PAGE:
Third, the Circuit rejects Fernandez's argument that the district court failed to "consider" one of her arguments for a non-Guidelines sentence (the one based on disparity with a co-defendant's sentence, see infra) because the court did not specifically mention or address this argument at sentencing (though it was raised in Fernandez's written submission). Relying principally on Fleming, 397 F.3d 95, 100 (2d Cir. 2005) , the companion case to Crosby, the Court rejects this argument and holds that it will "presume, in the absence of record evidence suggesting otherwise, that a sentencing judge has faithfully discharged her duty to consider the statutory factors." Op. 17.

Of course, a court is still required under § 3553(c) to "state in open court the reasons for its imposition of the particular sentence," and a district court will faciliate the appellate function "by providing complete and detailed explanations regarding their sentencing decisions." Op. 17 n.8. However, quoting Fleming, "As long as the judge is aware of both the statutory requirements and the sentencing range or ranges that are arguably applicable, and nothing in the record indicates misunderstanding about such materials or misperception about their relevance, [the Circuit] will accept that the requisite consideration has occurred." Fleming, 397 F.3d at 100.

Fourth, the Circuit leaves open the question of whether a disparity between the sentence received by the defendant and a co-defendant can constitute an "unwarranted disparity" within the meaning of 18 U.S.C. § 3553(a)(6), and thus possibly justify a non-Guidelines sentence. Op. 19-20. This is actually quite a good outcome, since the Circuit in pre-Booker days explicitly barred departures based on disparities with a co-defendant's sentence, on the ground that the disparities referred to in (a)(6) concerned nationwide disparities, not disparities in any particular case. E.g., United States v. Tejada, 146 F.3d 84, 87 (2d Cir. 1998); Op. 19 n.9.

The Court concludes that it need not resolve this question here because Fernandez and her co-defendant (who also received a Guidelines sentence, but of only 135 months) were not similarly situated. Among other things, the co-defendant pleaded guilty and thus received a 3-level acceptance reduction (Fernandez was convicted at trial), and also qualified for the safety valve (Fernandez did not). Op. 20.

Fifth, the Court clarifies that "the requirement that a sentencing judge consider an 18 U.S.C. § 3553(a) factor is not synonymous with a requirement that the factor be given determinative or dispositive weight in the particular case, inasmuch as it is only one of several factors that must be weighted and balanced by the sentencing judge." Op. 20 (emphasis in original). "The weight to be afforded any given argument made pursuant to one of the § 3553(a) factors is a matter firmly committed to the discretion of the sentencing judge and is beyond our review, as long as the sentence ultimately imposed is reasonable in light of all the circumstances presented." Op. 21; accord Op. 23 ("[T]he requirement that the sentencing judge consider a § 3553(a) factor that may cut in a defendant's favor does not bestow on the defendant an entitlement to receive any particular 'credit' under that factor. . . . [So long as the ultimate sentence is reasonable,] we will not second guess the weight (or lack thereof) that the judge accorded to a given factor or to a specific argument made pursuant to that factor.").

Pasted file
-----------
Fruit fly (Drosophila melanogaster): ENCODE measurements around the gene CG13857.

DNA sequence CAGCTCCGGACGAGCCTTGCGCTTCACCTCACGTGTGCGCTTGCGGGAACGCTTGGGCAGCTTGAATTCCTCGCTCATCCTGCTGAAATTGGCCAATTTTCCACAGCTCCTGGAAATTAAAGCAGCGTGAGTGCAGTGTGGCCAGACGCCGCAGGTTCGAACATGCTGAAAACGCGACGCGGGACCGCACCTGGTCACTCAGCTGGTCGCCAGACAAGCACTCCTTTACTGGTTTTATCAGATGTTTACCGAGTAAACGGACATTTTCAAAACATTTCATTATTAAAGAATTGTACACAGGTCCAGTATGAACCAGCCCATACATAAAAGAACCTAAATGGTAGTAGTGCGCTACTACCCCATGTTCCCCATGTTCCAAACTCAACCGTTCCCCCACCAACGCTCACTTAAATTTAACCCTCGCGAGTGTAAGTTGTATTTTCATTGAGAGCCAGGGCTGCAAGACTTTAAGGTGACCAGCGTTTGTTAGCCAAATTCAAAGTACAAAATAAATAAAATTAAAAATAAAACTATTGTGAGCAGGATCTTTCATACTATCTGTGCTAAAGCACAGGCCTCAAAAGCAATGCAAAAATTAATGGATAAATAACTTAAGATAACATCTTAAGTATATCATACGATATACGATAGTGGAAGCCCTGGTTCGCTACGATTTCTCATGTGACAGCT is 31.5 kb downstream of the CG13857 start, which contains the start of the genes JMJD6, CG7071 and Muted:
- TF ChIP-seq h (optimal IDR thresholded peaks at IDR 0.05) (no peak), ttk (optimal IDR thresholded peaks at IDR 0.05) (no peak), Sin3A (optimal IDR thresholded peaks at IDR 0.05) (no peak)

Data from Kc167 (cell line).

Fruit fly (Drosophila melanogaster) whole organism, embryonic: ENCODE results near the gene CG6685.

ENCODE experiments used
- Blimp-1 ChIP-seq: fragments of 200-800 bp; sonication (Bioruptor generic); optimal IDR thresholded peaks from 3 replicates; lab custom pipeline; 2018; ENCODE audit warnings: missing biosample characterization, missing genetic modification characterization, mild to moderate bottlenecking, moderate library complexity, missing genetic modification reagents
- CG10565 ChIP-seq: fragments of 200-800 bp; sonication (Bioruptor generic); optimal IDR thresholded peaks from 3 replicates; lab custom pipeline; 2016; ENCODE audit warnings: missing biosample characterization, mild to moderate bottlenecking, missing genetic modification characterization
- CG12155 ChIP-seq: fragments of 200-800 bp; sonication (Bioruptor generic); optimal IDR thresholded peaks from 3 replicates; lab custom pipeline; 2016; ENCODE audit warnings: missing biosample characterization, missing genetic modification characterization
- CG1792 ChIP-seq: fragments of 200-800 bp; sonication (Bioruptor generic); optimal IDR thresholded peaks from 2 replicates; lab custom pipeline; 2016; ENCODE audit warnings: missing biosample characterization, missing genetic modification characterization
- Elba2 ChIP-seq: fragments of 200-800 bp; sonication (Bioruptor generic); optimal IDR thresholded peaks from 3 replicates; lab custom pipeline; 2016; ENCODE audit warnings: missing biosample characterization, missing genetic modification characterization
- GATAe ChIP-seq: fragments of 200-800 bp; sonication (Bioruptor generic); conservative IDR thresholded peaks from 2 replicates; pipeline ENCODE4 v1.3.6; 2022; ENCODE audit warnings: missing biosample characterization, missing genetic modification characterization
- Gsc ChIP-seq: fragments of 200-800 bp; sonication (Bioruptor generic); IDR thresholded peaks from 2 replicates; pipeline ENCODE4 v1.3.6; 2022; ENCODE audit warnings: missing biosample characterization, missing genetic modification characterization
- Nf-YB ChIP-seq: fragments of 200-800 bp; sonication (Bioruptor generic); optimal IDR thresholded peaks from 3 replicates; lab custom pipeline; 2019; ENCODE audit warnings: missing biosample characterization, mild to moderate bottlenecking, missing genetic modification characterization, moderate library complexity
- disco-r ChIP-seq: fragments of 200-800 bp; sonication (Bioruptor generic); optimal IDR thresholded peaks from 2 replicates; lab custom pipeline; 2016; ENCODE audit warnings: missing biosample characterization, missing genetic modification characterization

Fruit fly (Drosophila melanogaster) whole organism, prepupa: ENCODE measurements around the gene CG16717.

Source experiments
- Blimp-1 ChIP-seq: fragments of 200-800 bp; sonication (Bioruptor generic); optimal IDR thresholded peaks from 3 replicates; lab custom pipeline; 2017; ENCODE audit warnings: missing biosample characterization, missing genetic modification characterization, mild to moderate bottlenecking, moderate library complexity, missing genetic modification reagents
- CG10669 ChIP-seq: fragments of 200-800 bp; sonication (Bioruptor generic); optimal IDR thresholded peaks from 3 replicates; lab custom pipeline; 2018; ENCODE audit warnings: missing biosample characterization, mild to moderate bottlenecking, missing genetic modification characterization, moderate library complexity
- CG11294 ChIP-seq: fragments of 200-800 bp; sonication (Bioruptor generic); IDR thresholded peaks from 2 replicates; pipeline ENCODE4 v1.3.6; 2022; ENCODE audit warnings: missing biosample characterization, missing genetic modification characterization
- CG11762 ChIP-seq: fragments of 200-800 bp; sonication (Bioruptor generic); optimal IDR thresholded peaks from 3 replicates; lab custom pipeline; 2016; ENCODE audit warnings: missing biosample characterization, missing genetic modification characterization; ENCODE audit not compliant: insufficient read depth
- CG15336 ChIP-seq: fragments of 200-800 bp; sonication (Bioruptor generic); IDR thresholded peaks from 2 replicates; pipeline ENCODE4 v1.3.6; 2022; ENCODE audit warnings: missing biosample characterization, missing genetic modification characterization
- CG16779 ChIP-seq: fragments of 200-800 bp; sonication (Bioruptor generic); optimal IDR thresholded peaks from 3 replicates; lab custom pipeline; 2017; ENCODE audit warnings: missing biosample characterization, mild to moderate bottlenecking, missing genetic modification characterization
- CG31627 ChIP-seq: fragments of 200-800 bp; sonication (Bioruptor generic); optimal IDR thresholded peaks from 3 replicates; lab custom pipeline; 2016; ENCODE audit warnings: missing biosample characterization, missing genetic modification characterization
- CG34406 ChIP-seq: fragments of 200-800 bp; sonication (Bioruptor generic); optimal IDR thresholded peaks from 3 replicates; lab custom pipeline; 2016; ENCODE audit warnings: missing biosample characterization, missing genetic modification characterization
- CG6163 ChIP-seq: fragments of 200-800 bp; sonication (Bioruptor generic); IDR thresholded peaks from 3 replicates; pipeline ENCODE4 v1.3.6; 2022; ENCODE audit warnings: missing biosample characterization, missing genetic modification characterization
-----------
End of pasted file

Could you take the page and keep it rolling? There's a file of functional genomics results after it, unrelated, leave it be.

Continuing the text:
Finally, the Court holds that even where the Government has not filed a § 5K1.1 motion based on a defendant's cooperation, a sentencing judge must still consider the circumstances underlying the defendant's (ultimately unsuccessful) efforts to cooperate in determining an appropriate sentence. Op. 21-22. The Court relied on § 3553(a)(1) (requiring court to consider "the history and characteristics of the defendant") for this conclusion: This "sweeping provision" is "worded broadly," "contains no express limitations as to what 'history and characteristics of the defendant' are relevant," and requires consideration of "the contention that a defendant made efforts to cooperate, even if those efforts did not yield a Government motion" under § 5K1.1. Op. 22; see id. (§ 3553(a)(1)'s "sweeping" language "presumably includes the history of a defendant's cooperation and characteristics evidenced by cooperation, such as remorse or rehabilitation."). Unfortunately, this did not help Fernandez, since the relevant facts support the district court's refusal to impose a non-Guidelines sentence based on Fernandez's half-hearted and incomplete efforts to cooperate.

Mail Fraud Conviction Vacated: Defendant's Deceptive Conduct Did Not Deprive Other Party of Any Anticipated Benefits

United States v. Charles Novak, Docket No. 05-0108-cr (2d Cir. April 3, 2006) (Sotomayor, Katzmann, Eaton (by desig'n)): This interesting opinion affirms some counts of conviction (e.g., for unlawful receipt of labor payments and for RICO conspiracy), vacates others (e.g., for mail fraud and for making false statements under ERISA), and requests supplemental briefing on the effect of its partial vacatur on the other counts of conviction (e.g., money laundering). This Blog will discuss two issues: (1) whether 29 U.S.C. § 186(b)(1), prohibiting a union official from receiving anything of value from anyone who employs a member of the union, requires proof that the employer knew that the money it gave to an employee would be re-directed (as kickbacks) to the defendant union official; and (2) whether a mail fraud conviction can be sustained where the evidence fails to show that the defendant's deceptive acts deprived the other party of any anticipated benefits.